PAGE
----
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It's very pointless and troublesome that everytime that you need to concatenate two strings it is necessary to do at least:

std::string mystr = std::string("Hello") + " World";

I would like to overload operator+ and use it in order to always do a concat between tho char* in this way:

std::string mystr = "Ciao " + "Mondo".

How would you do? I'd like to find a best practice. Thank you...

Ah does boost have something to solve this?

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You know, one question mark is sufficient in order to indicate that something is a question. Using six of them in a row does not make it any more of a question. Unless your cat sat on the keyboard, there's no reason for it. – jalf Dec 6 '10 at 12:27
You're right, I'm Sorry... – Andry Dec 6 '10 at 12:32
STL string concatenation best practices:… – Bojan Komazec Dec 6 '10 at 12:41
up vote 5 down vote accepted

You cannot make + work like this. To define an operator overload, at least one of the operands must be a user-defined type.

However, the functionality is built in: if you just put two string literals together "like" "this", they will automatically be joined together at compile time.

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But if I try "Hello" + "World" compiler gets mad... – Andry Dec 6 '10 at 12:31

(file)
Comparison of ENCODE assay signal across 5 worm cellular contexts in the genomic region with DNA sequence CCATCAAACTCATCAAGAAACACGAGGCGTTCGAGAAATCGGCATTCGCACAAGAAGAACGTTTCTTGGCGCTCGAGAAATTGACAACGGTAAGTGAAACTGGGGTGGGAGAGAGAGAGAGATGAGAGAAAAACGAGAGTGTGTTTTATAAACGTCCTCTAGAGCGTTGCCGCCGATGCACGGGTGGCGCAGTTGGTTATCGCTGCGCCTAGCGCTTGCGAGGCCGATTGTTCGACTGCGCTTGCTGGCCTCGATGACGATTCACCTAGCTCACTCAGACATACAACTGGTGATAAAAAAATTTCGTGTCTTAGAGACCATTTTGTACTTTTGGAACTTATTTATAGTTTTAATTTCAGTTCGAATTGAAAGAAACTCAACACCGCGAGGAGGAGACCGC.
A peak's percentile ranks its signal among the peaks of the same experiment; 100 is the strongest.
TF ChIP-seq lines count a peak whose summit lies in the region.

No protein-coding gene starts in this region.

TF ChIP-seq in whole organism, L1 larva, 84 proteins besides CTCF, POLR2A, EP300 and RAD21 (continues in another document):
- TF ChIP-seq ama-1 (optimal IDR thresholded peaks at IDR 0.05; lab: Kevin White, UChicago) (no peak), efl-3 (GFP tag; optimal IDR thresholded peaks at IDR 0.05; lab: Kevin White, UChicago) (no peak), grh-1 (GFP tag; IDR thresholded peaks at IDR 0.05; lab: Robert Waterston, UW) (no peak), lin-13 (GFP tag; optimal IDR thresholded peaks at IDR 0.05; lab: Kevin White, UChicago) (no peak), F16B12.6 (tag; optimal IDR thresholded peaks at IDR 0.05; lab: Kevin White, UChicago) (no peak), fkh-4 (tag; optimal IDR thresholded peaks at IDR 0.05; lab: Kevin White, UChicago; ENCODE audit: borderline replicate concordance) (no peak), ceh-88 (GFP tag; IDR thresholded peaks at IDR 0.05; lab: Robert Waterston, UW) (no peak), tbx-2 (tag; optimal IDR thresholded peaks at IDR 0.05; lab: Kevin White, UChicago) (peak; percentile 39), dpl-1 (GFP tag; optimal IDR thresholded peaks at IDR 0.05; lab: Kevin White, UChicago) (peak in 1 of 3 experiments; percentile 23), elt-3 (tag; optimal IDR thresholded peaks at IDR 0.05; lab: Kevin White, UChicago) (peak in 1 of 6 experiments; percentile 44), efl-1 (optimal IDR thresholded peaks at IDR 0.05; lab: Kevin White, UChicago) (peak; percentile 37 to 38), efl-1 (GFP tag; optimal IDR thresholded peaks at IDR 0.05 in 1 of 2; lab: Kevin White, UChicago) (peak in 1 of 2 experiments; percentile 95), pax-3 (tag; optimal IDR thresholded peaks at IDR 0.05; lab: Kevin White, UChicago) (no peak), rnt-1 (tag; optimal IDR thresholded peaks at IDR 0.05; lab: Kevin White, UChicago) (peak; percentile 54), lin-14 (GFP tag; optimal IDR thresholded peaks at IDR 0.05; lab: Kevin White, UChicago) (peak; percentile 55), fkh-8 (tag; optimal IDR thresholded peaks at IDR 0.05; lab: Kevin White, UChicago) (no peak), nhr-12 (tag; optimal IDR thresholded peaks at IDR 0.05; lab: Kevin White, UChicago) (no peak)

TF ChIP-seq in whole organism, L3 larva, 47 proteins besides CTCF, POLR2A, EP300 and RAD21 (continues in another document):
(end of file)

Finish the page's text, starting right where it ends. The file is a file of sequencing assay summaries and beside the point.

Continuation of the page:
@Andry: Why would you want to type "Hello" + "World" when "Hello" "World" (a) is shorter to type and (b) works? – Charles Bailey Dec 6 '10 at 12:35
@Andry that's just what I finished saying in the first part. Notice, in the second part, that there is no + in "like" "this". – Karl Knechtel Dec 6 '10 at 12:50

You can't. There is no way to overload operators between built-in types. I'm also not sure why it's so "troublesome". If you do a lot of string operations, then surely one or both parameters will already be of type std::string.

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You can't. Think about it - what is "Ciao " and "Mondo", really? They are static arrays of characters. You can't add static arrays together, as the compiler will helpfully point out for the following code:

#include <iostream>

int main()
  std::string mystr = "Ciao " + "Mondo";
  std::cout << mystr << std::endl;
  return 0;


In function 'int main()':
Line 5: error: invalid operands of types 'const char [6]' and 'const char [6]' to binary 'operator+'

That's it. This is pretty much a dupe of: const char* concatenation.

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